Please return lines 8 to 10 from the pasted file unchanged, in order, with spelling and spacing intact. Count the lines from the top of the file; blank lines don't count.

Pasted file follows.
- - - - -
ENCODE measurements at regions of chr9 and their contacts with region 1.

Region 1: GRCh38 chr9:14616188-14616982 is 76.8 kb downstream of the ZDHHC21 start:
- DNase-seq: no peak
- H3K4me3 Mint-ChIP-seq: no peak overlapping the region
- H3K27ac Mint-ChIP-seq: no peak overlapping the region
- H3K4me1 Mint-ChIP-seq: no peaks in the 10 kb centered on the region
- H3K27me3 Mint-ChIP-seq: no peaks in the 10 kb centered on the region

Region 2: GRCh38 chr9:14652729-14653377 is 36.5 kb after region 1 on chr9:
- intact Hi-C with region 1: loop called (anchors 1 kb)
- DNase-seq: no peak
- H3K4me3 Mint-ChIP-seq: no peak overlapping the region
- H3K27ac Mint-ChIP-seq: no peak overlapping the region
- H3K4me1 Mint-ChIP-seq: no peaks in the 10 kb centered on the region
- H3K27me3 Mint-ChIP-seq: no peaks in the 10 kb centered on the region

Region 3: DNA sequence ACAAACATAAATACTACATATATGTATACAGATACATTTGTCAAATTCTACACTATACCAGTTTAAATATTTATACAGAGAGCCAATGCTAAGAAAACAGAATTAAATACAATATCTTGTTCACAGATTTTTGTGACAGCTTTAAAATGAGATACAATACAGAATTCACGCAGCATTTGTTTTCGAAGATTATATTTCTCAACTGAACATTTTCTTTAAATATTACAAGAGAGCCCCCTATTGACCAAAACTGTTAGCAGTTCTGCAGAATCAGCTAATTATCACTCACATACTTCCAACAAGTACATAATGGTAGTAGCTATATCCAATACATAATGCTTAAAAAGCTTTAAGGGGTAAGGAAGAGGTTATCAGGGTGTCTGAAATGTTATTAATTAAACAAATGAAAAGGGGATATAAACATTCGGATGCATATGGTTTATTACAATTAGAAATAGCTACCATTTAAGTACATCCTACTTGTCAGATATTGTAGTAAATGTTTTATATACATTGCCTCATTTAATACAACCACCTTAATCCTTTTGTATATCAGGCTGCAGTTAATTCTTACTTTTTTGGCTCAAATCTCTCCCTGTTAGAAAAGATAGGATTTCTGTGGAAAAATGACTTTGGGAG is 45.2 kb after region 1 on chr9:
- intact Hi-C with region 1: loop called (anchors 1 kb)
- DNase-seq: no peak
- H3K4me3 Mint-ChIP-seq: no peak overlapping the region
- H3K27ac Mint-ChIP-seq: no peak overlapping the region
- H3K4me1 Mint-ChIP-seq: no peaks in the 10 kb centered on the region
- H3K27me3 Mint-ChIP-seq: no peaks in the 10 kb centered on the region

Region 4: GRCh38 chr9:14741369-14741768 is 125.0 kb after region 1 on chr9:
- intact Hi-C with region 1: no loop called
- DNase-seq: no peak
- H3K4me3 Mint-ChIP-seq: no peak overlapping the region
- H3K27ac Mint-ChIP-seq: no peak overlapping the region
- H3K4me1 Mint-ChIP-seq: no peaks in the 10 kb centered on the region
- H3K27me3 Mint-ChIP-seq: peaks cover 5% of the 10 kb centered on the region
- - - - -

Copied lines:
Region 2: GRCh38 chr9:14652729-14653377 is 36.5 kb after region 1 on chr9:
- intact Hi-C with region 1: loop called (anchors 1 kb)
- DNase-seq: no peak